Photograph by Helgi Halldórsson https://commons.wikimedia.org/wiki/File:Relationship_of_friends_(603887704).jpg
Our brains keep us from seeing reality objectively. In fact, they skew our reality toward the negative. Memories of unpleasant experiences stick in our minds while recollections of positive experiences slip out of our everyday working memories. The neurologist Richard Mendius and the neuropsychologist Rick Hanson cleverly conceptualize this fact in their book The Buddha’s Brain when they write that our brains are like “Velcro for negative experiences and Teflon for positive ones.”
If you live in the same cognitive universe as most mortals, negative memories of what someone has done to you are more frequent and powerful than memories of what someone has done for you. The injury of one insult is rarely healed by one compliment.
The natural tendency of our brains to give more attention to the negative than the positive often results in us forming a warped perception of others and our relationships with them.
Our biased brains, however, need not condemn us to a life of negativity. There are meditative practices that can give us a more accurate view of our relationships and that are conducive to happiness. Among these one powerful practice is Naikan (pronounced NYE-khan).
Naikan involves reflecting on our lives using three questions: What have I received? What have I given back? What troubles and difficulties have I caused? The first question focuses on the benefits we have received from others and the second on what we have done for others. These two questions allow us to take an inventory of our relationships.
For the third Naikan question, we examine how we, intentionally or not, have burdened others. Because it is much easier to see and remember how others have burdened us than we them, particular attention is given to this question so we can get a better sense of reality. While some fear this question because they think it might hurt their self-esteem, or because they think the remorse it might bring is incompatible with well being, the vast majority of people who have done Naikan report a very different response to this question. Done in conjunction with the other two Naikan questions, this question leads us to see better the extent of the kindness we have received from others. As a result, it often induces a sense of gratitude and of having been cared for. Seeing the kindness and compassion we have received from others when we have been less than perfect, stirs up a desire to be kind and generous to others. Remembering how I failed to live up to a promise I made, for example, makes it easier for me to forgive others who failed in their promises.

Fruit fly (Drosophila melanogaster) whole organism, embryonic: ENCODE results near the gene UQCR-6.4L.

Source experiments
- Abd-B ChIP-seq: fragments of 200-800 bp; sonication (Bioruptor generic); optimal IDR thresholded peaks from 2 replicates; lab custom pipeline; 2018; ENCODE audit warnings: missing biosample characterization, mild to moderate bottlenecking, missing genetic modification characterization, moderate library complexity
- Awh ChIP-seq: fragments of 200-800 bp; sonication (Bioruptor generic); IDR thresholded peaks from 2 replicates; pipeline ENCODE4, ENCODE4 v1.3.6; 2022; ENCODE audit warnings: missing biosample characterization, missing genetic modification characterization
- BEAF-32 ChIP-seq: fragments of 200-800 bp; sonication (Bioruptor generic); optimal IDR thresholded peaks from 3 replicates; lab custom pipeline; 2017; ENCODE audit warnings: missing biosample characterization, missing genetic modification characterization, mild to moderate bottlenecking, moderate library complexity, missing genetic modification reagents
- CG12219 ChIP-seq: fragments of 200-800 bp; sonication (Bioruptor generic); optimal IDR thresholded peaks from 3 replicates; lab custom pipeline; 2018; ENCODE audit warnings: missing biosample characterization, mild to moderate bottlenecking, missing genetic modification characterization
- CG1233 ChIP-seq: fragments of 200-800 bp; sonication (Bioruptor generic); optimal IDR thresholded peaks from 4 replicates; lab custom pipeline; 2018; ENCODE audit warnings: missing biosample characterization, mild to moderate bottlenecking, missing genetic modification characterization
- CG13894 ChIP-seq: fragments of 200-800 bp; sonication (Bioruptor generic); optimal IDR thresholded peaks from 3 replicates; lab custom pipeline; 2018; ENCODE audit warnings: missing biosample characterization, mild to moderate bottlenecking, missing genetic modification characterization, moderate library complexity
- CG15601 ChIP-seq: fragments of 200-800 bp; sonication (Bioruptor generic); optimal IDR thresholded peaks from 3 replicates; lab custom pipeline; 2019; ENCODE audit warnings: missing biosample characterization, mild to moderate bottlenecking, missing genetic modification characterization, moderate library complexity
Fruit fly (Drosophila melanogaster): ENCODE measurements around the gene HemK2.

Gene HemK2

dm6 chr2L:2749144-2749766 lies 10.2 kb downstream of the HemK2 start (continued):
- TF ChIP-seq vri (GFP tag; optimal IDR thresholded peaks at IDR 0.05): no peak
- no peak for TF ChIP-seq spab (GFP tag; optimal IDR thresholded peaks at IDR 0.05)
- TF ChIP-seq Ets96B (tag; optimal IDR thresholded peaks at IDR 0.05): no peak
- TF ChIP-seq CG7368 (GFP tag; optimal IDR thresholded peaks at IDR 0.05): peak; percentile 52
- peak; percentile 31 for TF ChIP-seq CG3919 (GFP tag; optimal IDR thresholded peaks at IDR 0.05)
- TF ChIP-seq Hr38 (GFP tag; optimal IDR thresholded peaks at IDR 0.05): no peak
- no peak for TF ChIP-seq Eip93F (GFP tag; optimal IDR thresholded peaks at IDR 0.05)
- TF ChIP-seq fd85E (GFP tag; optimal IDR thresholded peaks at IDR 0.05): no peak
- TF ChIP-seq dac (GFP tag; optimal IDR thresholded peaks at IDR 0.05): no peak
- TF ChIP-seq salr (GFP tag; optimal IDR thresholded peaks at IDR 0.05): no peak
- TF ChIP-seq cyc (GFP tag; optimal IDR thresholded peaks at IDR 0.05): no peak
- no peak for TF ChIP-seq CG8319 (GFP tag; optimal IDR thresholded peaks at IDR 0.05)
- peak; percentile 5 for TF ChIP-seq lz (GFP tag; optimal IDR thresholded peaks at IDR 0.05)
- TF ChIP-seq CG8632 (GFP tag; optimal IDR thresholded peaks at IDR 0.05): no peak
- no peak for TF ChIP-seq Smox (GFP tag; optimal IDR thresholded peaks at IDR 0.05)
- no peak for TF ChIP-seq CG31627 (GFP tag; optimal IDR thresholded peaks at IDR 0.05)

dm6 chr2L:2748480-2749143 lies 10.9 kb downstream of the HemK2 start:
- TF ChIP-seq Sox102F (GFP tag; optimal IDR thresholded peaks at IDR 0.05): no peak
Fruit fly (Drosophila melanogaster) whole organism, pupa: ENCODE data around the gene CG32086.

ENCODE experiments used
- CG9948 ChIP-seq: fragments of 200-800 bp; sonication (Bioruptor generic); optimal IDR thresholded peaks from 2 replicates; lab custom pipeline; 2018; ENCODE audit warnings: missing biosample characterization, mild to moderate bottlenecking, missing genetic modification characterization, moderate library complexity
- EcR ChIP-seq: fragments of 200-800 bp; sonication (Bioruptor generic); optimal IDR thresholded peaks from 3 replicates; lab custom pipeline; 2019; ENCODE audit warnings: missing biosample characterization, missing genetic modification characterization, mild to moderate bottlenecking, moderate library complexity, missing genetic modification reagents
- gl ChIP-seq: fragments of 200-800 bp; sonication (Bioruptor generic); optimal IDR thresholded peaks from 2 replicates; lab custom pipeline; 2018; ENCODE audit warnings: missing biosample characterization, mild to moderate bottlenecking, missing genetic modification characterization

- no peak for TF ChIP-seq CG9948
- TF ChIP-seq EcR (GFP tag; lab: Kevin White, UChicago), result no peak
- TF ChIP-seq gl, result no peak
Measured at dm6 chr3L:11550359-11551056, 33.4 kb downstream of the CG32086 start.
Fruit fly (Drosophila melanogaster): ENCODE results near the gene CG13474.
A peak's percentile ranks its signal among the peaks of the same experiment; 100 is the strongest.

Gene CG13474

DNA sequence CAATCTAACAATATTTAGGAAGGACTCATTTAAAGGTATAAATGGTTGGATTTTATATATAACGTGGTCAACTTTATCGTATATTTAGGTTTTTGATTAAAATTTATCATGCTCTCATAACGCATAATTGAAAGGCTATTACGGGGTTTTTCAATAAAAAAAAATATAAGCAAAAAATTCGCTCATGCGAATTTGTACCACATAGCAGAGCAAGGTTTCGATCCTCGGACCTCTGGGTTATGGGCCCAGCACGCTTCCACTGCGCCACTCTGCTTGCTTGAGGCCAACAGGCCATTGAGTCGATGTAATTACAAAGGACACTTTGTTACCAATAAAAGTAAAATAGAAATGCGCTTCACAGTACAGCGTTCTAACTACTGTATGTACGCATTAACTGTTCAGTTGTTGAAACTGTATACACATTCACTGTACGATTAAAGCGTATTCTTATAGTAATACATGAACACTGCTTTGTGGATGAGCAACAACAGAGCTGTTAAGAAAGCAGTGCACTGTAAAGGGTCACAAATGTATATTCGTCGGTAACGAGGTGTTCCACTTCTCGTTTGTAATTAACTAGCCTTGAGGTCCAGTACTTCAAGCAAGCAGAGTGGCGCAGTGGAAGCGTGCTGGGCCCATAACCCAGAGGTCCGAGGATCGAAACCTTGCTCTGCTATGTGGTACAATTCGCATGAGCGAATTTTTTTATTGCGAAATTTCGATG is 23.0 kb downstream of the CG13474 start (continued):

While the full effect of Naikan is best experienced in a one-week Naikan retreat, even small amounts of Naikan can provide some people important insights into their lives and relationships. To see if you are one of those people, you can try the following Naikan exercise. Find a quiet place to sit where you can concentrate without distraction for 15 minutes. Pick one person in your life. It may be your mother, your spouse, a brother, a best friend, a coach or someone else that you have been close to over the past year. Ask yourself: What did I receive from that person over the past year? What have I given back to that person over the past year? What troubles and difficulties have I caused that person over the past year? You can write your answers down, but it is not necessary. What is more important is to answer the questions in your mind’s eye using concrete details rather than abstractions. For example, rather than saying I received emotional support from the person, it is more effective to answer with what the person specifically did that gave you emotional support. For example, “My husband listened to me on the phone about a problem at work.” Or, “My sister sat with me in the doctor’s office while I waited for blood test results.” If you cannot visualize the answer, it is probably too abstract.
Fifteen minutes is not enough time for any meditative practice to change the innate circuitry of our brains. But this 15-minute Naikan exercise can help you remember something in your life or in a relationship that gives you joy. Repeating the practice daily for two weeks might lead you to realize that despite human imperfections you have relationships filled with goodness and compassion.
by Clark Chilson